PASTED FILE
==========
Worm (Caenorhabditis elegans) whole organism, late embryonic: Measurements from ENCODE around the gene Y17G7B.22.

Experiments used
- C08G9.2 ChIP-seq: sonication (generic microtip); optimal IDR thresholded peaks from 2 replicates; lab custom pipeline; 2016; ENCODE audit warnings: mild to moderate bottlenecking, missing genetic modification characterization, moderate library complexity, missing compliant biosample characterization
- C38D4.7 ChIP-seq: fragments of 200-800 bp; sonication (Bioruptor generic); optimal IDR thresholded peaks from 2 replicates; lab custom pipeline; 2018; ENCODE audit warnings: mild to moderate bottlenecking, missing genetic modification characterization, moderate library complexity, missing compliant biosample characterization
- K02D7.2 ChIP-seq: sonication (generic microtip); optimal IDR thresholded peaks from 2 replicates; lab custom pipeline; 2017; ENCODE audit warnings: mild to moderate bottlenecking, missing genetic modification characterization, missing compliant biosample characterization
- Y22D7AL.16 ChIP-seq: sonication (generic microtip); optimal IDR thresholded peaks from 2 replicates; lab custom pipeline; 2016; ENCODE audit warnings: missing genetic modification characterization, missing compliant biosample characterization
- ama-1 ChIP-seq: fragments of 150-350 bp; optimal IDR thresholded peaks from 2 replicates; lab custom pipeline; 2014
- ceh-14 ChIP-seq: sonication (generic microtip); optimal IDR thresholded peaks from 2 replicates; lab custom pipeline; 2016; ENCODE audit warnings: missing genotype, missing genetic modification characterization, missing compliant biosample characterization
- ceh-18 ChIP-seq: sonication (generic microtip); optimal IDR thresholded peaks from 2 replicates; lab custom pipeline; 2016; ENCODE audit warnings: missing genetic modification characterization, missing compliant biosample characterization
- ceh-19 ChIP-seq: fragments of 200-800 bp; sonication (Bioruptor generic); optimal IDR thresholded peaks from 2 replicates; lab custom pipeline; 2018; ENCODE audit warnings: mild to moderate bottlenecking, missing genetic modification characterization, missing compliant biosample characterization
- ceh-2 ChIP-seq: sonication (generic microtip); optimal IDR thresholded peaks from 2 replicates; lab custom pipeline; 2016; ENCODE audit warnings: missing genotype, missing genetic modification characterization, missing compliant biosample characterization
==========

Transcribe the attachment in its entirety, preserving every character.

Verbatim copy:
Worm (Caenorhabditis elegans) whole organism, late embryonic: Measurements from ENCODE around the gene Y17G7B.22.

Experiments used
- C08G9.2 ChIP-seq: sonication (generic microtip); optimal IDR thresholded peaks from 2 replicates; lab custom pipeline; 2016; ENCODE audit warnings: mild to moderate bottlenecking, missing genetic modification characterization, moderate library complexity, missing compliant biosample characterization
- C38D4.7 ChIP-seq: fragments of 200-800 bp; sonication (Bioruptor generic); optimal IDR thresholded peaks from 2 replicates; lab custom pipeline; 2018; ENCODE audit warnings: mild to moderate bottlenecking, missing genetic modification characterization, moderate library complexity, missing compliant biosample characterization
- K02D7.2 ChIP-seq: sonication (generic microtip); optimal IDR thresholded peaks from 2 replicates; lab custom pipeline; 2017; ENCODE audit warnings: mild to moderate bottlenecking, missing genetic modification characterization, missing compliant biosample characterization
- Y22D7AL.16 ChIP-seq: sonication (generic microtip); optimal IDR thresholded peaks from 2 replicates; lab custom pipeline; 2016; ENCODE audit warnings: missing genetic modification characterization, missing compliant biosample characterization
- ama-1 ChIP-seq: fragments of 150-350 bp; optimal IDR thresholded peaks from 2 replicates; lab custom pipeline; 2014
- ceh-14 ChIP-seq: sonication (generic microtip); optimal IDR thresholded peaks from 2 replicates; lab custom pipeline; 2016; ENCODE audit warnings: missing genotype, missing genetic modification characterization, missing compliant biosample characterization
- ceh-18 ChIP-seq: sonication (generic microtip); optimal IDR thresholded peaks from 2 replicates; lab custom pipeline; 2016; ENCODE audit warnings: missing genetic modification characterization, missing compliant biosample characterization
- ceh-19 ChIP-seq: fragments of 200-800 bp; sonication (Bioruptor generic); optimal IDR thresholded peaks from 2 replicates; lab custom pipeline; 2018; ENCODE audit warnings: mild to moderate bottlenecking, missing genetic modification characterization, missing compliant biosample characterization
- ceh-2 ChIP-seq: sonication (generic microtip); optimal IDR thresholded peaks from 2 replicates; lab custom pipeline; 2016; ENCODE audit warnings: missing genotype, missing genetic modification characterization, missing compliant biosample characterization